The Prosecution of George W. Bush for Murder

The Prosecution of George W. Bush for Murder

by Vincent Bugliosi 

Famed Charles Manson prosecutor and three time #1 New York Times bestselling author Vincent Bugliosi has written the most powerful, explosive, and thought-provoking book of his storied career.In The Prosecution of George W. Bush for Murder, Bugliosi presents a tight, meticulously researched legal case that puts George W. Bush on trial in an American courtroom for the murder of nearly 4,000 American soldiers fighting the war in Iraq. Bugliosi sets forth the legal architecture and incontrovertible evidence that President Bush took this nation to war in Iraq under false pretenses—a war that has not only caused the deaths of American soldiers but also over 100,000 innocent Iraqi men, women, and children; cost the United States over one trillion dollars thus far with no end in sight; and alienated many American allies in the Western world.

As a prosecutor who is dedicated to seeking justice, Bugliosi, in his inimitable style, delivers a non-partisan argument, free from party lines and instead based upon hard facts and pure objectivity.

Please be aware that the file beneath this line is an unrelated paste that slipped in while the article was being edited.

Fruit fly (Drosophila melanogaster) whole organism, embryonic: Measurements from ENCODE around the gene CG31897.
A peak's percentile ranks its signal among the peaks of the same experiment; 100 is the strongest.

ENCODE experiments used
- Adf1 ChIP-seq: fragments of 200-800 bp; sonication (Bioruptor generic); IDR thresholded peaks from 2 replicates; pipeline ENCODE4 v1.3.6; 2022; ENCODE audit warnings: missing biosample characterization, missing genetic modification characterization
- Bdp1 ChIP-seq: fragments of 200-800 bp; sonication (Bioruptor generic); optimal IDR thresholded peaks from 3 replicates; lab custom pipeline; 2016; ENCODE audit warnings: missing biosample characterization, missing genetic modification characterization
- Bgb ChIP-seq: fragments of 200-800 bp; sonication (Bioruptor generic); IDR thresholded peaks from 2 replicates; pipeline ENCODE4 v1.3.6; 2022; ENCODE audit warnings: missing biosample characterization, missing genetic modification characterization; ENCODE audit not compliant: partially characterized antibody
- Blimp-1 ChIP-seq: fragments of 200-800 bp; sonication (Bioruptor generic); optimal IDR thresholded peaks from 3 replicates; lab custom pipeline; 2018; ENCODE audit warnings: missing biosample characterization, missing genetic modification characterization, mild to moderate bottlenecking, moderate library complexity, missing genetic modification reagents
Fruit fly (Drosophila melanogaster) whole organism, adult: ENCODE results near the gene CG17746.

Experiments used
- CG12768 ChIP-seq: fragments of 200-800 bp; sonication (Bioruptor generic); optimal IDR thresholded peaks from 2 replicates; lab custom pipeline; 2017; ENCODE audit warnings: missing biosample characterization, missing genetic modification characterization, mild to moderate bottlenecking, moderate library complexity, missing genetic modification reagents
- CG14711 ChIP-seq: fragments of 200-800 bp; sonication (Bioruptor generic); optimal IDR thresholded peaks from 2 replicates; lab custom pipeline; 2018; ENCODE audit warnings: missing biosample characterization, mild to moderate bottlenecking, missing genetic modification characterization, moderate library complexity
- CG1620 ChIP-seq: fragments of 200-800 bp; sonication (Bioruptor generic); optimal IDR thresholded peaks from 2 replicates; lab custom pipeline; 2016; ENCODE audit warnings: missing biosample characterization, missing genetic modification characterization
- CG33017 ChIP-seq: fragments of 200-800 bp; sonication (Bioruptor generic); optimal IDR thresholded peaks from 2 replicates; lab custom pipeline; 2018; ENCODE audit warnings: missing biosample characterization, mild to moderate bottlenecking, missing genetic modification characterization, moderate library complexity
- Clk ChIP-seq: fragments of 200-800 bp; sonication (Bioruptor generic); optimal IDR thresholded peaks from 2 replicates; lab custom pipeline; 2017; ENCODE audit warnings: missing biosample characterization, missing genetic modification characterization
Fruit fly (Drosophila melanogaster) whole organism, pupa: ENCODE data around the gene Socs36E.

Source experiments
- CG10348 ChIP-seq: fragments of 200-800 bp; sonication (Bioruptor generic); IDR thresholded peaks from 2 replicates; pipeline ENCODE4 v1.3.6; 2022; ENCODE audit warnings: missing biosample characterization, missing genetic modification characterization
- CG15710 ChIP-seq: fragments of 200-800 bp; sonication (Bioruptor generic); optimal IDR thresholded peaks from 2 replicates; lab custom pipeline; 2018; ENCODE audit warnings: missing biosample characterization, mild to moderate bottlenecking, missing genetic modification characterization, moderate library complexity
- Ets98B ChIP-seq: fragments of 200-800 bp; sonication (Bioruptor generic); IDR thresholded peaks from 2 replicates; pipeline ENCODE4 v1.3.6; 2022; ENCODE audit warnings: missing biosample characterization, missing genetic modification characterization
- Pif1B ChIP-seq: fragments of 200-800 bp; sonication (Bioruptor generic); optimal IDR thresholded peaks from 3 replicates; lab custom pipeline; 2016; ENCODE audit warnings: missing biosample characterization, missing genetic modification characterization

A searing indictment of the President and his administration, The Prosecution of George W. Bush for Murder also outlines a legally credible pathway to holding our highest government officials accountable for their actions, thereby creating a framework for future occupants of the oval office.

Vincent Bugliosi calls for the United States of America to return to the great nation it once was and can be again. He believes the first step to achieving this goal is to bring those responsible for the war in Iraq to justice.



Wiped Phones and the Battle for Evidence in Former Michigan Gov. Rick Snyder’s Prosecution

Illustration: Noah MacMillan

Jordan Chariton
Jenn Dize

Jordan CharitonJenn Dize
July 21 2021, 9:33 a.m. (

In partnership with

IN OCTOBER 2015, then-Michigan Gov. Rick Snyder finally announced that Flint’s water was contaminated with dangerous lead levels. That public admission had come after more than a year of pleading from the city’s residents to examine the situation. The city, Snyder promised, would immediately stop using water from the Flint River, which residents had been drinking for 18 months.